Girolamo Francesco Maria Mazzola, called Parmigianino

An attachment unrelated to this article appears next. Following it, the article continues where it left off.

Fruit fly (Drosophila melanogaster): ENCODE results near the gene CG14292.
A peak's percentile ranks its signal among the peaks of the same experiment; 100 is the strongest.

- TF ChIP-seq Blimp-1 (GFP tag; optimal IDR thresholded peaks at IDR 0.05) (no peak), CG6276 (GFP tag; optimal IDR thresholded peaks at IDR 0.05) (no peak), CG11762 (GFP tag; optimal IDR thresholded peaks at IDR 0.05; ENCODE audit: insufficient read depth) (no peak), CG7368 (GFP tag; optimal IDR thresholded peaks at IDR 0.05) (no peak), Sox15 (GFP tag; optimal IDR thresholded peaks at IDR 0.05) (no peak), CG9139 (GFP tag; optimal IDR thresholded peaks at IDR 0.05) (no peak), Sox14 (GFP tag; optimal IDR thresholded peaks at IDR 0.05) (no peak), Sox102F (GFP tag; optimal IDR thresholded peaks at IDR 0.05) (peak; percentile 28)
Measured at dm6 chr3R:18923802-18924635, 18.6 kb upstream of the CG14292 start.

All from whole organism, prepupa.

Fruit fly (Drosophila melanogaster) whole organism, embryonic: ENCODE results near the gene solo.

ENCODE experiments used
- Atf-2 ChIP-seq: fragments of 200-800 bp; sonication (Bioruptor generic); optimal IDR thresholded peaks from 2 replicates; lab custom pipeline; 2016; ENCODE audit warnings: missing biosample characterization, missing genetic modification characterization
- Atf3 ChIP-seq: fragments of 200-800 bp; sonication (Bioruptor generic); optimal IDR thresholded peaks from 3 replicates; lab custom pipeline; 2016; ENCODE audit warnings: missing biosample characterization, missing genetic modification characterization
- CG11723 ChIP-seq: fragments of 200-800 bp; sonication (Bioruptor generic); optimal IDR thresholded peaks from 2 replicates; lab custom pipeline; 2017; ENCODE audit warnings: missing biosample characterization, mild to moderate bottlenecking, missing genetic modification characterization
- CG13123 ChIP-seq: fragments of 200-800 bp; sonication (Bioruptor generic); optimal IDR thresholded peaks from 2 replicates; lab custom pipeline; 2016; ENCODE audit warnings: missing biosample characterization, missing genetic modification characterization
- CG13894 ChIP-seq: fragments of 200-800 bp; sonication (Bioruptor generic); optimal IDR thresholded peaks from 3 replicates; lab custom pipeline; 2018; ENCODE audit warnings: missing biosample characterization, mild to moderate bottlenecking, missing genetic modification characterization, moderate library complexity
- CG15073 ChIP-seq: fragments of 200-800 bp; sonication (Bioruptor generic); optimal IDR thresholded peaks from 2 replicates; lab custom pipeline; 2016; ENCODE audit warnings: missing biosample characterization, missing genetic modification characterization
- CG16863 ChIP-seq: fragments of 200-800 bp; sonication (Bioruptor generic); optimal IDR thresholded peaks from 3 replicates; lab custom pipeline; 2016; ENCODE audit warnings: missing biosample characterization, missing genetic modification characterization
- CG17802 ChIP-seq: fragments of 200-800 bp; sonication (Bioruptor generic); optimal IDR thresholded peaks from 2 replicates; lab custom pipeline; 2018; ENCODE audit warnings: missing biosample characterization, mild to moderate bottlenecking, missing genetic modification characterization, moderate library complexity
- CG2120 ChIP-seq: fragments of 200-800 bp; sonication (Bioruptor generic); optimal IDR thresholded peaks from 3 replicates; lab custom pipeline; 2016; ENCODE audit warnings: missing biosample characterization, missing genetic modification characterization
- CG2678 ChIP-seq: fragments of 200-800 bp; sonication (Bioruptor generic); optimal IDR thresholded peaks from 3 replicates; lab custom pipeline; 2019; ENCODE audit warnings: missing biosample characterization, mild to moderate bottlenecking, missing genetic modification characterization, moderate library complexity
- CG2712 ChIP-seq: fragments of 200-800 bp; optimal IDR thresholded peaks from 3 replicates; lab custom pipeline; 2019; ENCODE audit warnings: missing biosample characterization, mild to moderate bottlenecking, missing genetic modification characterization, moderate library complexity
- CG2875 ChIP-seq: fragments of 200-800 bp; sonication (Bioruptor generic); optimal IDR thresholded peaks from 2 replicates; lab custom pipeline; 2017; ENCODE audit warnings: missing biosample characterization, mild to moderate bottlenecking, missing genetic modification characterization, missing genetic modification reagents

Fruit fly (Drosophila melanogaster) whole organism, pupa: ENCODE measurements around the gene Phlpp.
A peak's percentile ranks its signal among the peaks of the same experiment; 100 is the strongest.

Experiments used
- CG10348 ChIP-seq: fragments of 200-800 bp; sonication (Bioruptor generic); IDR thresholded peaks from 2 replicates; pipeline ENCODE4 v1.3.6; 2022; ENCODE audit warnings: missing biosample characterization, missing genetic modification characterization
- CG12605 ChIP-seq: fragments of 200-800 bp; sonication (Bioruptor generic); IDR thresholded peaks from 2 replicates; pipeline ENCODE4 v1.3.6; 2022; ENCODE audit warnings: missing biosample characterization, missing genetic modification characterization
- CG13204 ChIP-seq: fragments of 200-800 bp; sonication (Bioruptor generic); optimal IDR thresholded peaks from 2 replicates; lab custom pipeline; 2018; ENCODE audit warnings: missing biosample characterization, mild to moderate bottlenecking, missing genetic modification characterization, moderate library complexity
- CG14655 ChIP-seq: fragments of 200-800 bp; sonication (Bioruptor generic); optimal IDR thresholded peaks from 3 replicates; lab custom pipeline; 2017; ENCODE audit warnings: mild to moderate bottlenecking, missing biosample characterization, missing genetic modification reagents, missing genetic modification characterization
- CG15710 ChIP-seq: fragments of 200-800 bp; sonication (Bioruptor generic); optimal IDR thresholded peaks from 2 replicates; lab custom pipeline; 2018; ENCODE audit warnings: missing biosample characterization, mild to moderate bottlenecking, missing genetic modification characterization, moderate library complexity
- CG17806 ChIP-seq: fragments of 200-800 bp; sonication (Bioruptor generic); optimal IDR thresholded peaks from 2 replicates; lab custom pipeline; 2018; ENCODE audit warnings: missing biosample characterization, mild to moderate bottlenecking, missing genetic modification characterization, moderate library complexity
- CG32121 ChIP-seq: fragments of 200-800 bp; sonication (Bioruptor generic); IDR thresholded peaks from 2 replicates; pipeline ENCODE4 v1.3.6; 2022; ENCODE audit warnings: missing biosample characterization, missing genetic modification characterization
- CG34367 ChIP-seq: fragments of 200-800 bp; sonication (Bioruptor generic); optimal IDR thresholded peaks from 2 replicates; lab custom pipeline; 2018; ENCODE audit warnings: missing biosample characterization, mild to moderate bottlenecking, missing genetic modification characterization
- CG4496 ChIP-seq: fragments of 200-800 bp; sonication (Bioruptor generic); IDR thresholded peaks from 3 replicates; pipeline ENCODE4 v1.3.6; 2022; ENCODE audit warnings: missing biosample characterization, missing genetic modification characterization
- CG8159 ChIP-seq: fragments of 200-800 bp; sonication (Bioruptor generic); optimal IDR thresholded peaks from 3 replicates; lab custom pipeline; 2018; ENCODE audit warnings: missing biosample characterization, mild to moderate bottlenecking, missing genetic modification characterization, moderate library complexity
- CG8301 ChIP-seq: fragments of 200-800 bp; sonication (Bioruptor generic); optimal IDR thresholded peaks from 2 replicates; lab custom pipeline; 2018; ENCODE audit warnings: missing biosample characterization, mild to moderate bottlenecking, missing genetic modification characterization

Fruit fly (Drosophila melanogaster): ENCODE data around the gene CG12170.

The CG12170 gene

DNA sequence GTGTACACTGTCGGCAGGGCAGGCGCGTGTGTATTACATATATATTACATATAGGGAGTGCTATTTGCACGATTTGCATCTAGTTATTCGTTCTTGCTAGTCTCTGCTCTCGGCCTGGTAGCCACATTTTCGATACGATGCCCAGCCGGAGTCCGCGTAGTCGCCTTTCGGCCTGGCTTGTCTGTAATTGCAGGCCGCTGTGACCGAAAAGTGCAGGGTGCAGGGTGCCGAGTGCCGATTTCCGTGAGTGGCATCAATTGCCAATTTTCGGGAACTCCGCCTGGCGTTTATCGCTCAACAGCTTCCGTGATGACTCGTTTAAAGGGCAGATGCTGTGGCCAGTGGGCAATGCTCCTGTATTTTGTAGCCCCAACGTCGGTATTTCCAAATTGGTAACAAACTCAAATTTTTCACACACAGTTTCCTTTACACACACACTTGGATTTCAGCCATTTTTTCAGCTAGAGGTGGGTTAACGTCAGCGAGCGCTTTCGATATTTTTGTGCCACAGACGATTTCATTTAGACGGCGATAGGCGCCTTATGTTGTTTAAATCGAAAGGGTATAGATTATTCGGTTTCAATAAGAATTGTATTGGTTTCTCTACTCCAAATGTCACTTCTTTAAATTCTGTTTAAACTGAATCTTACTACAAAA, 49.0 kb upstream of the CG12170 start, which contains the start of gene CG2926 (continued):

Giorgio Vasari praises Parmigianino as, literally, a born draughtsman (‘fusse nato, si puo dire, con i penelli in mano’), and his appreciation of the artist’s drawings was shared by collectors and connoisseurs well into the 17th and 18th centuries. (The 18th century English collector Jonathan Richardson Senior, in his An Essay on the Theory of Painting, published in 1725, noted that ‘There is a Spirit, and Fire, a Freedom, and Delicacy in the Drawings of Giulio Romano, Polydoro, Parmeggiano, Battista Franco, &c. which are not to be seen in their Paintings.’) One of the most prolific draughtsmen of the Cinquecento, Parmigianino produced everything from quick sketches to figural and compositional studies, as well as landscapes, portrait studies and finished presentation drawings. Furthermore, as A. E. Popham observed, Parmigianino ‘obviously delighted in the immediate effects which his pen or chalk could produce on the paper...He loved to experiment in every sort of technique, pen and ink and wash, both on plain and coloured paper, with or without white heightening, red chalk, black chalk, water colour, metal-point on prepared surfaces. This variety of techniques is a measure of the graphic tendency of his mind, of his extreme interest in the mechanics of drawing...He was a natural, as well as indefatigable, draughtsman.’ Almost a thousand drawings by Parmigianino survive today, many of which were copied or engraved. The elegant, graceful style expressed in his drawings and designs for prints and chiaroscuro woodcuts was to prove extremely influential on a later generation of artists, including Girolamo Mazzola Bedoli and Jacopo Bertoia in Parma, Andrea Schiavone in Venice, and Nicolò dell’Abate and Francesco Primaticcio in Bologna and, later, Fontainebleau.